Chapter no 23

The Housemaid

On Sunday afternoon, I get two pieces of good news:

First, Andrew managed to refund the tickets and I won’t have to work for free.

Second, Cecelia is going to be gone for two whole weeks.

I’m not sure which of these revelations I’m happier about. I’m glad I don’t have to shell out money for the tickets. But I’m even happier that I don’t have to wait on Cecelia anymore. The apple doesn’t fall far from the tree with that one.

Cecelia has packed enough luggage to last her at least one year. I swear to God, it’s like she’s put everything she owns in those bags, and then if there was any space left, she filled it with rocks. That’s how it feels as I’m carrying the bags out to Nina’s Lexus.

“Please be careful with that, Millie.” Nina watches me fretfully as I summon superhuman strength to lift the bags into her trunk. My palms are bright red from where I was holding the straps. “Please don’t break anything.”

What could Cecelia possibly be carrying to camp that’s so fragile? Don’t they mostly just bring clothing and books and bug spray? But far be it from me to question her. “Sorry.”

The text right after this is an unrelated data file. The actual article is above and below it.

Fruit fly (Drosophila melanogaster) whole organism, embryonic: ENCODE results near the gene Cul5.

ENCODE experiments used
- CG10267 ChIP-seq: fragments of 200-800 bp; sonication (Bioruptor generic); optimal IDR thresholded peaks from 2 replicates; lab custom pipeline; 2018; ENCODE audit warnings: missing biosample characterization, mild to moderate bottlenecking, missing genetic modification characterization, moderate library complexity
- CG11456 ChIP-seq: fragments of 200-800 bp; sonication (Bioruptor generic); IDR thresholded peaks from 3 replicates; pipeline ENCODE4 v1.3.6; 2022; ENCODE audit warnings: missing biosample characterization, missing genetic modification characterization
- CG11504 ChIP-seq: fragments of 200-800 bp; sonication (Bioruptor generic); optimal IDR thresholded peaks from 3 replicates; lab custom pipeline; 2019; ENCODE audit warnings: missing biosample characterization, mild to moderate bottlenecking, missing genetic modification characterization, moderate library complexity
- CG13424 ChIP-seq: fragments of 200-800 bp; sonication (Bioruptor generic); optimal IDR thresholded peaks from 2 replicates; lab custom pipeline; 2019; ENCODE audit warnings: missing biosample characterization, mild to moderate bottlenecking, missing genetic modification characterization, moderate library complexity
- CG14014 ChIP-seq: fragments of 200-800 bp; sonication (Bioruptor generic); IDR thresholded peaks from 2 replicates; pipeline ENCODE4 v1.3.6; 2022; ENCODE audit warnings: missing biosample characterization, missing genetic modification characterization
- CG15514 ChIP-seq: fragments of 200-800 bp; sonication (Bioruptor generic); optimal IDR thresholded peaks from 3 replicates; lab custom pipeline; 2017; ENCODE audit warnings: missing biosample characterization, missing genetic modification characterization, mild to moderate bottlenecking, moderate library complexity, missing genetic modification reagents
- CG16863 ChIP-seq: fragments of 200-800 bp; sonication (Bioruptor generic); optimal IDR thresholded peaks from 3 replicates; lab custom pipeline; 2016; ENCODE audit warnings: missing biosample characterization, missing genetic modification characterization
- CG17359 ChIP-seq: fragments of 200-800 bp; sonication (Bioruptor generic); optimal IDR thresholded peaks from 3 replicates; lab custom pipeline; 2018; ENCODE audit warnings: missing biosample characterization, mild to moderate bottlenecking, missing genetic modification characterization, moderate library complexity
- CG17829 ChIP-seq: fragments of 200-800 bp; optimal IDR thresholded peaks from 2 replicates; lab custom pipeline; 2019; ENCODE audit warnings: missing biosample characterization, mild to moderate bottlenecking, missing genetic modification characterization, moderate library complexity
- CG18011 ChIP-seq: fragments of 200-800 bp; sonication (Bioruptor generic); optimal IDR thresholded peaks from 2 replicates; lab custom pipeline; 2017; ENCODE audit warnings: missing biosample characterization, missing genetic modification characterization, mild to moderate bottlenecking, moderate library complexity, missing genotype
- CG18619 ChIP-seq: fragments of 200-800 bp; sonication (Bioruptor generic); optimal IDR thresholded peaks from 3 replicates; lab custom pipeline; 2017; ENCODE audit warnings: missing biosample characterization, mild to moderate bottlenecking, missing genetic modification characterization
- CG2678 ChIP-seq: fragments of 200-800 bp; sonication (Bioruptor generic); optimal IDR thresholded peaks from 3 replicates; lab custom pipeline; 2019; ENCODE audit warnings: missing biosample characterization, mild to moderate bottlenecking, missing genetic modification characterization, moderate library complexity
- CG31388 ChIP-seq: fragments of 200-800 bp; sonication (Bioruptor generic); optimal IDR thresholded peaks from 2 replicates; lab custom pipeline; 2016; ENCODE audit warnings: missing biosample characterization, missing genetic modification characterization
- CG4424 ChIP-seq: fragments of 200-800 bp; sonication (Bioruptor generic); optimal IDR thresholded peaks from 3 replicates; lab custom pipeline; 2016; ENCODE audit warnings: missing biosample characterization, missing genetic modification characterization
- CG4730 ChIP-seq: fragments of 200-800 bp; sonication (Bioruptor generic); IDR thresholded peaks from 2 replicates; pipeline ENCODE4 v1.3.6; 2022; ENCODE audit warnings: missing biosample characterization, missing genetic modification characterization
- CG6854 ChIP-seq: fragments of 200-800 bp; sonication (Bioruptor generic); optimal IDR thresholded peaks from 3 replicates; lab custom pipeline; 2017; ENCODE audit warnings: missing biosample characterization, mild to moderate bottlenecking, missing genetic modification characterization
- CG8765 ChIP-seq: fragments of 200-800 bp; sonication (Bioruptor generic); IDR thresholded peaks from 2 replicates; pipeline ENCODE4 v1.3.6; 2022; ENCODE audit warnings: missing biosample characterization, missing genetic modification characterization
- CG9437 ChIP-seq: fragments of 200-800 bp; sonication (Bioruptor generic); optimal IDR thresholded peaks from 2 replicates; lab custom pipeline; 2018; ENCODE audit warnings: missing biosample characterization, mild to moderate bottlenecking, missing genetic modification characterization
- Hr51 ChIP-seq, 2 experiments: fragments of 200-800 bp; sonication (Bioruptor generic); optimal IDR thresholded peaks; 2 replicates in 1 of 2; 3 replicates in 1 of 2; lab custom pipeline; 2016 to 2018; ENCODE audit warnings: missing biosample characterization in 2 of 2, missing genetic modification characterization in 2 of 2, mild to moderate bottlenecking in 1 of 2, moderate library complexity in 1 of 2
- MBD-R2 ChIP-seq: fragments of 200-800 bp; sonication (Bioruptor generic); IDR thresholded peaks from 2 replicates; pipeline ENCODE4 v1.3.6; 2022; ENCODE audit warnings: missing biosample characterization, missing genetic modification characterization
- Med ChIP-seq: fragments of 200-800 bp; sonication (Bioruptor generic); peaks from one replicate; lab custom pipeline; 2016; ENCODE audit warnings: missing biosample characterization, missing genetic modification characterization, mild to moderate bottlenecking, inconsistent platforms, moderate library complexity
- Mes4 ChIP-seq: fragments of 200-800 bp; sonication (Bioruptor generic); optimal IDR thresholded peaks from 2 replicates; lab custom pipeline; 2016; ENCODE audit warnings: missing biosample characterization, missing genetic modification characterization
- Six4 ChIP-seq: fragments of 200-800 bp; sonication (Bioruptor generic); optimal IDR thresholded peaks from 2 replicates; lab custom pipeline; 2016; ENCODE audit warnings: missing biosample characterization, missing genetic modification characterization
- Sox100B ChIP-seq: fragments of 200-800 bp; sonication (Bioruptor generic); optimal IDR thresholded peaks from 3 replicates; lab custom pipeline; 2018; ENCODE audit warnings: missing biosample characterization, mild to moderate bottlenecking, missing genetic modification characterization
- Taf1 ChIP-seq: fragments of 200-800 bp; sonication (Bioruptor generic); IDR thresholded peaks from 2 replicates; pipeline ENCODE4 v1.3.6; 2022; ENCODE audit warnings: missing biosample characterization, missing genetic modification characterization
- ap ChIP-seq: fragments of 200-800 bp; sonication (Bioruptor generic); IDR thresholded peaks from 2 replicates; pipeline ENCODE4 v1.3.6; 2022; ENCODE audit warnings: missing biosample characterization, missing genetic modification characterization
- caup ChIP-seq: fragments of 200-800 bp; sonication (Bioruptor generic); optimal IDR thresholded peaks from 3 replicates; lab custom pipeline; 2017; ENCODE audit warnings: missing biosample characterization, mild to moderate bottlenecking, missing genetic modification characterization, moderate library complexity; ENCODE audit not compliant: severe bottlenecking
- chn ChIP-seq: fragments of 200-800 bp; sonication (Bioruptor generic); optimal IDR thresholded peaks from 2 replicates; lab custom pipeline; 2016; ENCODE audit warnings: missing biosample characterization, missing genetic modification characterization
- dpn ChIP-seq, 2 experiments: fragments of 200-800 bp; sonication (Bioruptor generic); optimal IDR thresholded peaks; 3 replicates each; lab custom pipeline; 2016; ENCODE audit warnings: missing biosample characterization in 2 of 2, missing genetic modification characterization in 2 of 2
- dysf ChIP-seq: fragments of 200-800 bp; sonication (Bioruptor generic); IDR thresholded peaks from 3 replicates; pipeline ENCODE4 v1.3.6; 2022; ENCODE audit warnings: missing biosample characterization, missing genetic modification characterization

When I get back in the house to retrieve the last of Cecelia’s bags, I catch Andrew jogging down the stairs. He catches me about to lift the monstrous piece of luggage and his eyes widen.

“Hey,” he says. “I’ll carry that for you. That looks really heavy.”

“I’m fine,” I insist, only because Nina is coming out of the garage.

“Yes, she’s got it, Andy.” Nina wags a finger. “You need to be careful about your bad back.”

He shoots her a look. “My back is fine. Anyway, I want to say goodbye to Cece.”

Nina pulls a face. “Are you sure you won’t come with us?”

“I wish I could,” he says. “But I can’t miss an entire day of work tomorrow. I’ve got meetings in the afternoon.”

She sniffs. “You always put work first.”

He grimaces. I don’t blame him for being hurt by her comment—as far as I can tell, it’s completely untrue. Despite being a successful businessman, Andrew is home every single night for dinner. He does occasionally go to work on the weekends, but he’s also attended two dance recitals this month, one piano recital, a fourth-grade graduation ceremony, a karate demonstration, and one night they were gone for hours for some sort of art show at the day school.